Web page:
Terminator 2: Judgment Day 3D was premiered at Empire Cinemas in Erbil.
ERBIL, Kurdistan Region – A day ahead of cinemas in the Middle East, the film ‘Terminator 2: Judgment Day 3D’ premiered at Empire Cinemas in Family Mall in Erbil, much to the delight of attendees.
Moviegoers watched a restored 3D version of Director James Cameron’s sci-fi classic starring Arnold Schwarzenegger on the original film’s 25th anniversary.
The film isn’t being shown until midnight (12 a.m. Thursday) in theaters in Dubai. Rudaw Media Network and other companies co-sponsored the exclusive premiere in Kurdistan.
"As an athlete, I am really pleased to watch this movie due to an offer from Rudaw before the world countries. This is not the first such movie that has been premiered for our people," said Sarhang Mohseen, a former Erbil Football Club goalkeeper who attend the event.
The restored Oscar-winning film has been called the “cinema event of the year” because of its cross-generational rebirth.
Mohseen hopes this trend continues: "I am very happy that [Empire] Cinemas is setting a precedent for the people of Kurdistan."
The 2 hour, 24 minute action film is now being shown for the general public at Empire Cinema in Family Mall.
Another attendant said he enjoyed being able to see the movie before people in other nations have.
The 3D conversion of Cameron’s 1991 blockbuster uses 4K Ultra HD technology and was recreated by the film director’s own production company Lightstorm Entertainment.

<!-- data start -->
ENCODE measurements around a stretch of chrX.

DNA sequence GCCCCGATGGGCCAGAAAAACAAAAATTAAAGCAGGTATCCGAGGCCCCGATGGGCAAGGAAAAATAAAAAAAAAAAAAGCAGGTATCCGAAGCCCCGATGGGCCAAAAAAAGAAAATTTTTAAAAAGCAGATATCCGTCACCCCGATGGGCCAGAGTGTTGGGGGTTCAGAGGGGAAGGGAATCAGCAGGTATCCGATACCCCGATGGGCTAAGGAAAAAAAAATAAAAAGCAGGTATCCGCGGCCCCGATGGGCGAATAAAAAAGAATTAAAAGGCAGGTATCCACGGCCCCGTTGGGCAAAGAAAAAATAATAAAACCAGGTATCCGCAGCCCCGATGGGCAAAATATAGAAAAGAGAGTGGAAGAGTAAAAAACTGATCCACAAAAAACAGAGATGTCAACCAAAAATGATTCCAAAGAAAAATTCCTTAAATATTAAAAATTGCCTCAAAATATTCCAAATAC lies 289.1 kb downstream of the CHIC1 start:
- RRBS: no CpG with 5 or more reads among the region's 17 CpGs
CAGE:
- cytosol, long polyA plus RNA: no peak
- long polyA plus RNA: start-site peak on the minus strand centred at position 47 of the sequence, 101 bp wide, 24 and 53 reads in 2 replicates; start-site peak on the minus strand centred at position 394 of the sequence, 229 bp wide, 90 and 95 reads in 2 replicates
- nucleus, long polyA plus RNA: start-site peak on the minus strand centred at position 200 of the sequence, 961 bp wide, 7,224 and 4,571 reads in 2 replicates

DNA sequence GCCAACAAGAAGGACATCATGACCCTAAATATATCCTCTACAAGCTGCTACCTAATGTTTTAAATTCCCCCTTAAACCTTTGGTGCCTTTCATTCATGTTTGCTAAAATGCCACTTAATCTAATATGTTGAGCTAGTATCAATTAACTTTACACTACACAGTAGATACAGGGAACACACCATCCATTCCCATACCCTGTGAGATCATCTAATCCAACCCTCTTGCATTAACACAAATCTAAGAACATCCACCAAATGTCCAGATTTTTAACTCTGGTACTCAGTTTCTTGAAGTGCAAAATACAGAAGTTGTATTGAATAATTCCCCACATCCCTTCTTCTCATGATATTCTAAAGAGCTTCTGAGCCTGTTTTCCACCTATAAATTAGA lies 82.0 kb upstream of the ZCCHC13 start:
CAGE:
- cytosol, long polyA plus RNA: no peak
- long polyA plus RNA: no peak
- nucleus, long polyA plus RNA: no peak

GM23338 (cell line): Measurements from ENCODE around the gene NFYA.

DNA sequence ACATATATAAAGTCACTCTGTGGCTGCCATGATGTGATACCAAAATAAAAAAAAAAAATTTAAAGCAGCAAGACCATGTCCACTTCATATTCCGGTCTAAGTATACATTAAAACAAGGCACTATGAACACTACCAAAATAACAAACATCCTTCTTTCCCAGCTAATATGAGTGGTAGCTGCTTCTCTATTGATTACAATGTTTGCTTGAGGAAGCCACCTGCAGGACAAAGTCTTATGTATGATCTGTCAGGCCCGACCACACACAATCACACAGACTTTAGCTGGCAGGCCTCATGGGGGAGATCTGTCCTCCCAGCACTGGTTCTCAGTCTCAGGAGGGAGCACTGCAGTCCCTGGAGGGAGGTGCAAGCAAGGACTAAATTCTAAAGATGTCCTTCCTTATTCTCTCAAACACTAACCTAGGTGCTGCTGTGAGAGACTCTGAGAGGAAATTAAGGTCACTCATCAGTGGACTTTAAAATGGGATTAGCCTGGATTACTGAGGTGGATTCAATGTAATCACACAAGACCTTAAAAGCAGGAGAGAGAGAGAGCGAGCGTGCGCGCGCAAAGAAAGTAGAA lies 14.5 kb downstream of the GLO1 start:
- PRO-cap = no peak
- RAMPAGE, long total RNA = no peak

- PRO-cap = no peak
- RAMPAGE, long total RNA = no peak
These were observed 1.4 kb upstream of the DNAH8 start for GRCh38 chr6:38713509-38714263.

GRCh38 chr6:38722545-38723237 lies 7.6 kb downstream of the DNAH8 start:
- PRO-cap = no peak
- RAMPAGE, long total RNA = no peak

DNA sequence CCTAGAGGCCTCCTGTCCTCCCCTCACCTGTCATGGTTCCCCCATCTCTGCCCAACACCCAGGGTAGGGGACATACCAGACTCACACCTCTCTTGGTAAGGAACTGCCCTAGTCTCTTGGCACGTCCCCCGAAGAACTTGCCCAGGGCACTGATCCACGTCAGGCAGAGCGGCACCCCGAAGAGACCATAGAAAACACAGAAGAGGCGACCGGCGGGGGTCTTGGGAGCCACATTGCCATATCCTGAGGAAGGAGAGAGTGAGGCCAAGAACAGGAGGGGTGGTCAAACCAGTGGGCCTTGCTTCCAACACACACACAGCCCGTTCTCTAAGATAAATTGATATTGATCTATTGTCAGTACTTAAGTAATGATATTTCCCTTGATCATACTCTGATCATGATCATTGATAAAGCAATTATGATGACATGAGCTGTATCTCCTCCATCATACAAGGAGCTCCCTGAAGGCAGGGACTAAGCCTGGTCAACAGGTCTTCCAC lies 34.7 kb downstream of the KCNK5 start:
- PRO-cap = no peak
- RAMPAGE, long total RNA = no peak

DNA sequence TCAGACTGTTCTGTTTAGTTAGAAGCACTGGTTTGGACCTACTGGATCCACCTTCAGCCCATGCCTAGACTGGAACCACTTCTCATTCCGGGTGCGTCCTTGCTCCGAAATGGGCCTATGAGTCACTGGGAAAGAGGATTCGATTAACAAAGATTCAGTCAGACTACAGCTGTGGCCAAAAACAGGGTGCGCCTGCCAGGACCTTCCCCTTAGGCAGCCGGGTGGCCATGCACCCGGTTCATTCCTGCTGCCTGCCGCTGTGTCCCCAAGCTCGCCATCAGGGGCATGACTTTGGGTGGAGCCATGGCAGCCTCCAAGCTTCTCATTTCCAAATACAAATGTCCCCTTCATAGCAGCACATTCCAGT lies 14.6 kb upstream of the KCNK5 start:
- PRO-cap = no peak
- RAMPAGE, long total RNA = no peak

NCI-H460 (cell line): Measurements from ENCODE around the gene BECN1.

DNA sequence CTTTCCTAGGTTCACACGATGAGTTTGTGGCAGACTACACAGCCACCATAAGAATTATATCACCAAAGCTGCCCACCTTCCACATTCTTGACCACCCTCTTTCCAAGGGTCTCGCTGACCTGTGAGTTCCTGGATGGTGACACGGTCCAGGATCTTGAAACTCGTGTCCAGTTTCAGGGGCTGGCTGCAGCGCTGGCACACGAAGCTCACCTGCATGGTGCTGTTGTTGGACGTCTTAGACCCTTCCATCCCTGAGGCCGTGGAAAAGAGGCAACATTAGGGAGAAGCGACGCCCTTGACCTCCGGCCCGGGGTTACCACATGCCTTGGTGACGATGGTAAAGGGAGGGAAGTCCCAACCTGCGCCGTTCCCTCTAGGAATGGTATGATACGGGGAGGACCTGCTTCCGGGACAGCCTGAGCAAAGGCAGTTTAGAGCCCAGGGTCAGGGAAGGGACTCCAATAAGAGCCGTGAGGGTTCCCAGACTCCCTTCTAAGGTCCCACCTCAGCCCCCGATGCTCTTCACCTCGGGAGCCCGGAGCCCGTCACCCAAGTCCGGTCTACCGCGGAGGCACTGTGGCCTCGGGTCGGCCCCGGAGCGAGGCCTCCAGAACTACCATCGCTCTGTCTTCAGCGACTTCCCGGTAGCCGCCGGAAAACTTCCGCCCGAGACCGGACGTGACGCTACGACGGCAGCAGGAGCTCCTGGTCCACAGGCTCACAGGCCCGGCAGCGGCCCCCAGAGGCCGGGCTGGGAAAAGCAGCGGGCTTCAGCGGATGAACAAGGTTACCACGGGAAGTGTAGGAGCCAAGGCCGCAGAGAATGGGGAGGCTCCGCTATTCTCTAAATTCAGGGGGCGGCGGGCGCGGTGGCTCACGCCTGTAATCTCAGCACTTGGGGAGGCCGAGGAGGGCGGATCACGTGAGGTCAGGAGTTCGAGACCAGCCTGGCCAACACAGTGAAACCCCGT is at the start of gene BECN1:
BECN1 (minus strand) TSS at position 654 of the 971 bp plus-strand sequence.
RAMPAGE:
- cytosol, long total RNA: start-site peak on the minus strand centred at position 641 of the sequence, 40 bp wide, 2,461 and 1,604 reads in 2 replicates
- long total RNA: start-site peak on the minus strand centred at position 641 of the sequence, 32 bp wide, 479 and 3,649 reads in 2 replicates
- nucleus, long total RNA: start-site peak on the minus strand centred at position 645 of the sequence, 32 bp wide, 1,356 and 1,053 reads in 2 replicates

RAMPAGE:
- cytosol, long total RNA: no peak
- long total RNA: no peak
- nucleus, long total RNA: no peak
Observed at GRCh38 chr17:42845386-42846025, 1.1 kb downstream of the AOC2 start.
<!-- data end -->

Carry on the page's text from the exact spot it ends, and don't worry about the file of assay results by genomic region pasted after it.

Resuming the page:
“Terminator 2 has stood the test of time and is still hailed by critics as one of the best sci-fi movies in film history,” Elizabeth Frank, Executive VP at AMC Theatres told Variety magazine in June. “Now, the newly restored version of the classic will take the already extraordinary special effects to a new level.”
Terminator 2: Judgment Day required a $102 million budget to make in July 1991 — the most expensive film made at the time of its original release date. It has grossed $519.8 million worldwide and won four Oscars.
The late film critic Roger Ebert's website gave the movie 4 out of 4 stars.
"The film's reactionary politics are essentially dated, though there are several modern fanatics who embody the paranoiac impulses that compel self-styled freedom fighter Sarah Connor (Linda Hamilton) to fight against mental institutions, the police, and common sense to stop artificially-intelligent computer system Skynet from obliterating humanity in a nuclear war," read a review from Simon Abrams, a film critic on the website.